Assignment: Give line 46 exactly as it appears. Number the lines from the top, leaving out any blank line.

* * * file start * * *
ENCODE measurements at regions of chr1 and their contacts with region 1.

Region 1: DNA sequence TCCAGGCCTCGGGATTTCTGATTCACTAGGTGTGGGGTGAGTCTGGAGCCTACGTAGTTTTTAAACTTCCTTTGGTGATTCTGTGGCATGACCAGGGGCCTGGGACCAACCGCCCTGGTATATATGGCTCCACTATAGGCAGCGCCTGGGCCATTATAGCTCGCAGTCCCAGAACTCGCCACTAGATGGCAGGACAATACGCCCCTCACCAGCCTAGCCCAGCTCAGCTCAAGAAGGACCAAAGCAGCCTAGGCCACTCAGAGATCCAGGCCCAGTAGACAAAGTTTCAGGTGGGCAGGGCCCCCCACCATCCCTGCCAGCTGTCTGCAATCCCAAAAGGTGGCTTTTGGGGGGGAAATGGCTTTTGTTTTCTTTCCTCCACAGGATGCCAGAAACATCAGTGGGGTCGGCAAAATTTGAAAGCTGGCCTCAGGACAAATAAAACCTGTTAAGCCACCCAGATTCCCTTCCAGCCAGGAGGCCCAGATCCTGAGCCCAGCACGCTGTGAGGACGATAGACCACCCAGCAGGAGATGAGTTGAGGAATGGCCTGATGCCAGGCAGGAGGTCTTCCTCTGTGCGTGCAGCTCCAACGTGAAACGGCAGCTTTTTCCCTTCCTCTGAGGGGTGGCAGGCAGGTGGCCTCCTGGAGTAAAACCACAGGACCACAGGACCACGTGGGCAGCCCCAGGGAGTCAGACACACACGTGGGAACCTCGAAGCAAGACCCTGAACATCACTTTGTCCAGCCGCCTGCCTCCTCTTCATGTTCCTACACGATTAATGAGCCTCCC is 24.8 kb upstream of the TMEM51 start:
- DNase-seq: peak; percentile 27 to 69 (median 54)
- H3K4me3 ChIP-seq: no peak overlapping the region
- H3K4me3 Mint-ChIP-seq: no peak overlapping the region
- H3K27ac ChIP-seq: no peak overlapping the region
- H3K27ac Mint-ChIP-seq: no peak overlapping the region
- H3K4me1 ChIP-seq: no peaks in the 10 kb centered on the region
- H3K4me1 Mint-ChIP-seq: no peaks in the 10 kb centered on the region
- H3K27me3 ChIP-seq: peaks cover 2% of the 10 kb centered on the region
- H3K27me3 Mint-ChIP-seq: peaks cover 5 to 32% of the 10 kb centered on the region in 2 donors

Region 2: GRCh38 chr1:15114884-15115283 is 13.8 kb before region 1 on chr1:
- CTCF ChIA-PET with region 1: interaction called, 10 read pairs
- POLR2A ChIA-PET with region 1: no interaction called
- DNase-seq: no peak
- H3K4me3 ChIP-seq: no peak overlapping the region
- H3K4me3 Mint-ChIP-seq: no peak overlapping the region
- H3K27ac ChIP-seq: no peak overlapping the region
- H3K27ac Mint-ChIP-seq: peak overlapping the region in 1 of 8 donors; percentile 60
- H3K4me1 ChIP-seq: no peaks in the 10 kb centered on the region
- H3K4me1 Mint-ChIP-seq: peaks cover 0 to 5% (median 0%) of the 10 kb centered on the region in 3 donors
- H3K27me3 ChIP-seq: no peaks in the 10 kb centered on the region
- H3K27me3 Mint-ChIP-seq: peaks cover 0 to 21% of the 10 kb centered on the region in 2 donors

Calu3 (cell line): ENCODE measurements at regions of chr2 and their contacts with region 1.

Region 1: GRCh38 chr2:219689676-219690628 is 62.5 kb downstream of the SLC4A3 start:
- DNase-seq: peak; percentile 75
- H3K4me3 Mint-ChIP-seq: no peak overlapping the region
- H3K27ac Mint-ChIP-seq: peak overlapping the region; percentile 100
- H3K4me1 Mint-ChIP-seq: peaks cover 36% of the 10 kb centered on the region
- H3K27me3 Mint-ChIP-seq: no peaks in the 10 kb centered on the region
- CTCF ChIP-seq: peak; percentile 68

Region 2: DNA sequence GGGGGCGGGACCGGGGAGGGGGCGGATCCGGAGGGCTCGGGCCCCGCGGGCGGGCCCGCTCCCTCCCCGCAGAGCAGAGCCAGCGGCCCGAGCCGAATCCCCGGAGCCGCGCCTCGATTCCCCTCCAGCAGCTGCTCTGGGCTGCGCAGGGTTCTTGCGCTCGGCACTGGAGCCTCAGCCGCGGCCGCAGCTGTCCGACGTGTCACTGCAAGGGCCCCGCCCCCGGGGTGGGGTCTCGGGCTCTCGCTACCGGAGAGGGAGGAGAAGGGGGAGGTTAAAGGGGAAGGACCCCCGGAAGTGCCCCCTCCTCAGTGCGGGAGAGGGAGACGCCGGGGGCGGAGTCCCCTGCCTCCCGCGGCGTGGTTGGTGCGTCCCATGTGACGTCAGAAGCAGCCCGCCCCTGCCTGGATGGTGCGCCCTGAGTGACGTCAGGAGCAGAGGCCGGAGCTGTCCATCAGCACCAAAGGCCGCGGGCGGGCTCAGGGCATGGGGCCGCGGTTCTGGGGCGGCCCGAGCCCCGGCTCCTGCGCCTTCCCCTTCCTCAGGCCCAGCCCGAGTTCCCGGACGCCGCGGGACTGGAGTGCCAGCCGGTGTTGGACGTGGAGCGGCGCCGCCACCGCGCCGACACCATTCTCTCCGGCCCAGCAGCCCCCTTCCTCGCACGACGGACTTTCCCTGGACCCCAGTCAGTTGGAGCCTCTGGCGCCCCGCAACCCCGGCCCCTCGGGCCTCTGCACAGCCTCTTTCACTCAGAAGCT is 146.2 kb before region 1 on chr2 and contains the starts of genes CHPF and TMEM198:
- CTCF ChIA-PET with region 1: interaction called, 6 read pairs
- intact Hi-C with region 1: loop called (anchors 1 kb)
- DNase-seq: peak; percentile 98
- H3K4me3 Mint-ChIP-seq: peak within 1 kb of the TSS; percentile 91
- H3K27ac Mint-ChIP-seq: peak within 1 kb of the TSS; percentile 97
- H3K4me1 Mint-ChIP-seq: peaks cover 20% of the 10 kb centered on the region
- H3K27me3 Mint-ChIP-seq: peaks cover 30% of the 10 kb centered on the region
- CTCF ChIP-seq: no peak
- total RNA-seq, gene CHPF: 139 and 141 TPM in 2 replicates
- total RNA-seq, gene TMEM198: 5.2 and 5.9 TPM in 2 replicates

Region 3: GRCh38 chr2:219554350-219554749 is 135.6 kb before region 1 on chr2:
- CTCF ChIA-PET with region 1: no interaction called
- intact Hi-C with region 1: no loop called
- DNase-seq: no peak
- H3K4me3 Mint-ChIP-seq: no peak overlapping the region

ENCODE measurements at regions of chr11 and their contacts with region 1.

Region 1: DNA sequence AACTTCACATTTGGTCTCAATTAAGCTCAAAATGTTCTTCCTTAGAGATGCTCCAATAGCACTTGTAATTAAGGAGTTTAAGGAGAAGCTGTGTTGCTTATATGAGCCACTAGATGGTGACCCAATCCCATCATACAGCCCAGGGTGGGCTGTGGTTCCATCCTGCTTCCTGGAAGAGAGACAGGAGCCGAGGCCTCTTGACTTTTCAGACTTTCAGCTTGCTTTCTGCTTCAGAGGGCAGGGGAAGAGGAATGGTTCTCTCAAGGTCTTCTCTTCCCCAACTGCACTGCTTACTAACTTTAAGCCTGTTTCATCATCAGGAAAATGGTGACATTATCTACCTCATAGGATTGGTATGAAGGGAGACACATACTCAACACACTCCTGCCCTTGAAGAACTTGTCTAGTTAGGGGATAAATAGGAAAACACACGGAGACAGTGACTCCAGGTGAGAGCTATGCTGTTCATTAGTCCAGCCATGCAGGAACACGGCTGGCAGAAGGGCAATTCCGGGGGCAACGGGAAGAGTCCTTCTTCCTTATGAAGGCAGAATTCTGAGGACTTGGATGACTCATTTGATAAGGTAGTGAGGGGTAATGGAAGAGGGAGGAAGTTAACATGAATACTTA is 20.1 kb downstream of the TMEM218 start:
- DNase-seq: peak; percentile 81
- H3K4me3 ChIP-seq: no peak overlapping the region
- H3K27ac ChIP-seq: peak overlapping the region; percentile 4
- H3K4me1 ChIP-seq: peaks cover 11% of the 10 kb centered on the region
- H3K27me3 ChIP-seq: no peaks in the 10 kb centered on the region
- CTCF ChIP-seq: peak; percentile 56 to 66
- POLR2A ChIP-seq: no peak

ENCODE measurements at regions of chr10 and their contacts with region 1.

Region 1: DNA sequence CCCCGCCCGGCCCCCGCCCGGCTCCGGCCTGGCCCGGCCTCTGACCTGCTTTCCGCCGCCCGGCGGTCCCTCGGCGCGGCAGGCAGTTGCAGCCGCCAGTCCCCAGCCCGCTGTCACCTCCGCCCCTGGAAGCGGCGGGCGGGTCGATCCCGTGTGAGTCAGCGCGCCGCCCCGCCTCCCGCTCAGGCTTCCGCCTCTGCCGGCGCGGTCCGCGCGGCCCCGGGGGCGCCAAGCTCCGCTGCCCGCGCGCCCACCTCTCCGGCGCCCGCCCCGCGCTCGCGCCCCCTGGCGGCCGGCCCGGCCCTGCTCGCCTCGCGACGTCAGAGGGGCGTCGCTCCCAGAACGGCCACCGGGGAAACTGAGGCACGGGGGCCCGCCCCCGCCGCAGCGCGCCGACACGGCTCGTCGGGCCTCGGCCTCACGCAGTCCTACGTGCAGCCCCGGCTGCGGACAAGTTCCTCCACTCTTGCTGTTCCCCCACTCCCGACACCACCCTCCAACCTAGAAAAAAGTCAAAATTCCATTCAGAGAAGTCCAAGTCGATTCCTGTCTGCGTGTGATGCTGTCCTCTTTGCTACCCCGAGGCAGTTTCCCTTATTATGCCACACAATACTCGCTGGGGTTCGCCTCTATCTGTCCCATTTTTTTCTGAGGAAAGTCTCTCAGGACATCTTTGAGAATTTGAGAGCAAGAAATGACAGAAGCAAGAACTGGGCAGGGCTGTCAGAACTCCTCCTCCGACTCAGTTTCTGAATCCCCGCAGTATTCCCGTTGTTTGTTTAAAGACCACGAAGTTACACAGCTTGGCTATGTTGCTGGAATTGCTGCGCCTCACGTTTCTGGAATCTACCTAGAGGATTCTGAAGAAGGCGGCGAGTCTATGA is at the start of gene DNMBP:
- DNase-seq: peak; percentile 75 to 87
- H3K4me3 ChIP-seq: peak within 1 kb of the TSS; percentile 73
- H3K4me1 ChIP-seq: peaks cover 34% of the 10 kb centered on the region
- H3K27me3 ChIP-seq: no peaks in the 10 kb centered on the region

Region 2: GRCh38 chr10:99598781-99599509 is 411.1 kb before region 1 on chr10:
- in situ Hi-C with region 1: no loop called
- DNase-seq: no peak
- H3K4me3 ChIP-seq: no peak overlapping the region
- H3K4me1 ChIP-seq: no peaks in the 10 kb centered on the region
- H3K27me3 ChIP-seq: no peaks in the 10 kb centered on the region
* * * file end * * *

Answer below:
- DNase-seq: no peak